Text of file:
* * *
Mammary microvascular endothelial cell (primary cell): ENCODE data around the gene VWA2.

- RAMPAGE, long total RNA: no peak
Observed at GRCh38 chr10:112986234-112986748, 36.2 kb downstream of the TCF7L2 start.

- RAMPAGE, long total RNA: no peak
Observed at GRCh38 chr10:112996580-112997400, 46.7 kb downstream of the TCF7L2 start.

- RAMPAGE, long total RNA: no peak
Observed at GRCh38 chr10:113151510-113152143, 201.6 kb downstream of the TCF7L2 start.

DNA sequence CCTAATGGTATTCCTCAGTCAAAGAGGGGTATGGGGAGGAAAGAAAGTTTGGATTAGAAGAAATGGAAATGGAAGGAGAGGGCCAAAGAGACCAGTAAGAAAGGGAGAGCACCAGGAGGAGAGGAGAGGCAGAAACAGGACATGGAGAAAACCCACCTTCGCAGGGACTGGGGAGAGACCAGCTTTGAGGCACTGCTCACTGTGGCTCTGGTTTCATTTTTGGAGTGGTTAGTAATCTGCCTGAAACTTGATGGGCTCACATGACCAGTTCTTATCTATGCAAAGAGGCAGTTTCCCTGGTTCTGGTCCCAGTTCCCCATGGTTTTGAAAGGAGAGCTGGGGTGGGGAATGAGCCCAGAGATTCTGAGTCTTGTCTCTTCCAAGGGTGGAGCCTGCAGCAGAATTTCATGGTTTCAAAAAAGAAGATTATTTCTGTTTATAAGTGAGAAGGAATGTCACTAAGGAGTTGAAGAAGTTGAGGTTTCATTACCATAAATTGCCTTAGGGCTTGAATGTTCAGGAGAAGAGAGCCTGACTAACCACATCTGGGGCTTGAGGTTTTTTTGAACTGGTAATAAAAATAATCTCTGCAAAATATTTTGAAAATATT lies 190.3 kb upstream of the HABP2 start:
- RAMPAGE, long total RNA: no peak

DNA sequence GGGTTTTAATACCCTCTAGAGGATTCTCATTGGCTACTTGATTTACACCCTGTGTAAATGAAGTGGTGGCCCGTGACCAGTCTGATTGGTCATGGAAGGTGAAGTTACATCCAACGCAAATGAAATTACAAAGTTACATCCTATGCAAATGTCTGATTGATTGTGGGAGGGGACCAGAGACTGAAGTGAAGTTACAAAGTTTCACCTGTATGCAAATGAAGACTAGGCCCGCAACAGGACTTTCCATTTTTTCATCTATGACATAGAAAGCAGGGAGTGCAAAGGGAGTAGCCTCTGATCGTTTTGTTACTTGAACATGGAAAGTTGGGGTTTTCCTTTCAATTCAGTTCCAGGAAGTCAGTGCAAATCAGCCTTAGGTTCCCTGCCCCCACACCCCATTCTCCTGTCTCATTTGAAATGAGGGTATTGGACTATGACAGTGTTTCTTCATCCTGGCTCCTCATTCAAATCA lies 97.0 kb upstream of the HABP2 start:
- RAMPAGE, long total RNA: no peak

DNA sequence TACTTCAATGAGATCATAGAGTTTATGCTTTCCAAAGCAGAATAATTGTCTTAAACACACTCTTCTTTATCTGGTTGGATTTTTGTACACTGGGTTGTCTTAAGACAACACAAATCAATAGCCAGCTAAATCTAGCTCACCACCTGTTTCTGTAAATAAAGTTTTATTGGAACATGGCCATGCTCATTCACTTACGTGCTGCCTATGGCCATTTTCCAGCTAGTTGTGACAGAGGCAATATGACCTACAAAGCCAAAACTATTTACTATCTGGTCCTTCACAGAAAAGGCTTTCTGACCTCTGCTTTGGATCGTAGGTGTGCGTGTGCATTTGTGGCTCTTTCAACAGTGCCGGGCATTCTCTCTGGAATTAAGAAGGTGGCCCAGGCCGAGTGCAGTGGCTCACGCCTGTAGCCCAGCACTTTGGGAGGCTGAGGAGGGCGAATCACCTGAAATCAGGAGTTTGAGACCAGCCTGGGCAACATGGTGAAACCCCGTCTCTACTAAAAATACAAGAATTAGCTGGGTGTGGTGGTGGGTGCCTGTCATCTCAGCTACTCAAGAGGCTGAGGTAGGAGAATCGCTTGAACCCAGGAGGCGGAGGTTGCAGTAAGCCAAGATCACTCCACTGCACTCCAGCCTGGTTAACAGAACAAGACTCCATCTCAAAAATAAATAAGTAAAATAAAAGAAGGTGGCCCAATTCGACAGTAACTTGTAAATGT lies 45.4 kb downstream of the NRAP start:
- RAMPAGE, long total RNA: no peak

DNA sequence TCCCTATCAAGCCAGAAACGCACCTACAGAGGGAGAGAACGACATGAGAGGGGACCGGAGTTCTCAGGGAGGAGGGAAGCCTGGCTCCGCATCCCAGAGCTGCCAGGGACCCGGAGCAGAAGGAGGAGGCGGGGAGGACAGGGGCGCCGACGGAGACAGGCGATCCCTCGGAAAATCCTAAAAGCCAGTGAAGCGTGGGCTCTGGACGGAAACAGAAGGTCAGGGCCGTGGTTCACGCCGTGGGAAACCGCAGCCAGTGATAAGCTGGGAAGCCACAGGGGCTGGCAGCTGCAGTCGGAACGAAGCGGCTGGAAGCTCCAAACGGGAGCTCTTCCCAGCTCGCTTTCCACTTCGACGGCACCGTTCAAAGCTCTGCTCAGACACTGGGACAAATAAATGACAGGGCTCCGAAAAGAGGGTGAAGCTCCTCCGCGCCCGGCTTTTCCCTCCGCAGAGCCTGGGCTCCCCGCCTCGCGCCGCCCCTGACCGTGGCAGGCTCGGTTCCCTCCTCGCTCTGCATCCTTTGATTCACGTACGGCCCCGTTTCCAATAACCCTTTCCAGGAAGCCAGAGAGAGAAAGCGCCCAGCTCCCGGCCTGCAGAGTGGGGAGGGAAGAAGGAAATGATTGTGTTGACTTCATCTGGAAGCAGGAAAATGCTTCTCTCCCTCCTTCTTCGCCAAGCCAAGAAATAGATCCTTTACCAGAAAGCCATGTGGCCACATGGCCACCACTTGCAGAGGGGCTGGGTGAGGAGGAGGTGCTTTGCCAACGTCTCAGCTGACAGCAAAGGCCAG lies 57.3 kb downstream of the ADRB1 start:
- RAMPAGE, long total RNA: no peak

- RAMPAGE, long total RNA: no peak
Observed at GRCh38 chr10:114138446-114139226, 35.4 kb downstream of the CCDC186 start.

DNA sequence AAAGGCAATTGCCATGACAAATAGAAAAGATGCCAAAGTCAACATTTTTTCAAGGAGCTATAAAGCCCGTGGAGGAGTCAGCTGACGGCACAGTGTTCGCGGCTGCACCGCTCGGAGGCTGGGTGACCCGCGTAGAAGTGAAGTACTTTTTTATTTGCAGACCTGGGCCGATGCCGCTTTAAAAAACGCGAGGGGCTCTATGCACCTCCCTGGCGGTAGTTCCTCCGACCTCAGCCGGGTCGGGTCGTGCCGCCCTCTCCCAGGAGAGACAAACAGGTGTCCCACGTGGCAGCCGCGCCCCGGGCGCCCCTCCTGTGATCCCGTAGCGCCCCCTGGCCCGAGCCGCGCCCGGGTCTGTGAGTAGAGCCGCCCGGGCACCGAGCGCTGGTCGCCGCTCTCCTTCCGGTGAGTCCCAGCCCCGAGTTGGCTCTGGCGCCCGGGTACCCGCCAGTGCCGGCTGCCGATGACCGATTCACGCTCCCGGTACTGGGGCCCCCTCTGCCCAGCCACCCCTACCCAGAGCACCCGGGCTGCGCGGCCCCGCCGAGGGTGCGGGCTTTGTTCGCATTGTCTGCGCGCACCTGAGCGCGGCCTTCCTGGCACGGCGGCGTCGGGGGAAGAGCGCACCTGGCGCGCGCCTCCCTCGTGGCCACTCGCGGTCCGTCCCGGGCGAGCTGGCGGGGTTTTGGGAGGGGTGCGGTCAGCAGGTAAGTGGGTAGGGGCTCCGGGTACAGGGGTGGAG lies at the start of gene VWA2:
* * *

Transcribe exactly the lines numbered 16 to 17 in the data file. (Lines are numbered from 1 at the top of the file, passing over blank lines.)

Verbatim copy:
- RAMPAGE, long total RNA: no peak
Observed at GRCh38 chr10:114138446-114139226, 35.4 kb downstream of the CCDC186 start.